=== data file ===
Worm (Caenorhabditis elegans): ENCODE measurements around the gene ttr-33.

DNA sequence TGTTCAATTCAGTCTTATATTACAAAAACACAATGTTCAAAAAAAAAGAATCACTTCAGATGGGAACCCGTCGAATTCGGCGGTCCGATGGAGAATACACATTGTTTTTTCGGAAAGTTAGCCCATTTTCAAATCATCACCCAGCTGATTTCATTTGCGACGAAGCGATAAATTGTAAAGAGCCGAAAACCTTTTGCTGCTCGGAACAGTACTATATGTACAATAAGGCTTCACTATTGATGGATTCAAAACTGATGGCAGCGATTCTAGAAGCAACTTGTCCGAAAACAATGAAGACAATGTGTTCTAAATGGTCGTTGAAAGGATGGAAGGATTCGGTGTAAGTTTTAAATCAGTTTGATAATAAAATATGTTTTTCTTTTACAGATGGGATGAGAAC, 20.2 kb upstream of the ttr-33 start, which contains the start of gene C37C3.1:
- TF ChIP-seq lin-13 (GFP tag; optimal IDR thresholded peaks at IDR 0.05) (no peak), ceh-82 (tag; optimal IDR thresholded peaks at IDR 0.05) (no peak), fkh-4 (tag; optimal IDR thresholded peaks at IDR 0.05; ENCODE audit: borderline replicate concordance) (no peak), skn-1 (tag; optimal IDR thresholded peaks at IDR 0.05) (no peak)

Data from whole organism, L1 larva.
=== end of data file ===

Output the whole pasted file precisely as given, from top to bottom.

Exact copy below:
Worm (Caenorhabditis elegans): ENCODE measurements around the gene ttr-33.

DNA sequence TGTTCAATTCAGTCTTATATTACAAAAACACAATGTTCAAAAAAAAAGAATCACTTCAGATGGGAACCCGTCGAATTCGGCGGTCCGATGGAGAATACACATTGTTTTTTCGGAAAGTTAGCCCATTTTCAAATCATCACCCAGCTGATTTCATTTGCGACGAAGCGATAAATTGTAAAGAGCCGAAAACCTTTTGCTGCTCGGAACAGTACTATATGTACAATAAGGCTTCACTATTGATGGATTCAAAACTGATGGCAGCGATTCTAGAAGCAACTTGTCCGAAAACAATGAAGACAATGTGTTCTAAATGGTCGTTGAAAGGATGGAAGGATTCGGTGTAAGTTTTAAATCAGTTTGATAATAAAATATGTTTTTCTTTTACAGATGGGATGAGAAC, 20.2 kb upstream of the ttr-33 start, which contains the start of gene C37C3.1:
- TF ChIP-seq lin-13 (GFP tag; optimal IDR thresholded peaks at IDR 0.05) (no peak), ceh-82 (tag; optimal IDR thresholded peaks at IDR 0.05) (no peak), fkh-4 (tag; optimal IDR thresholded peaks at IDR 0.05; ENCODE audit: borderline replicate concordance) (no peak), skn-1 (tag; optimal IDR thresholded peaks at IDR 0.05) (no peak)

Data from whole organism, L1 larva.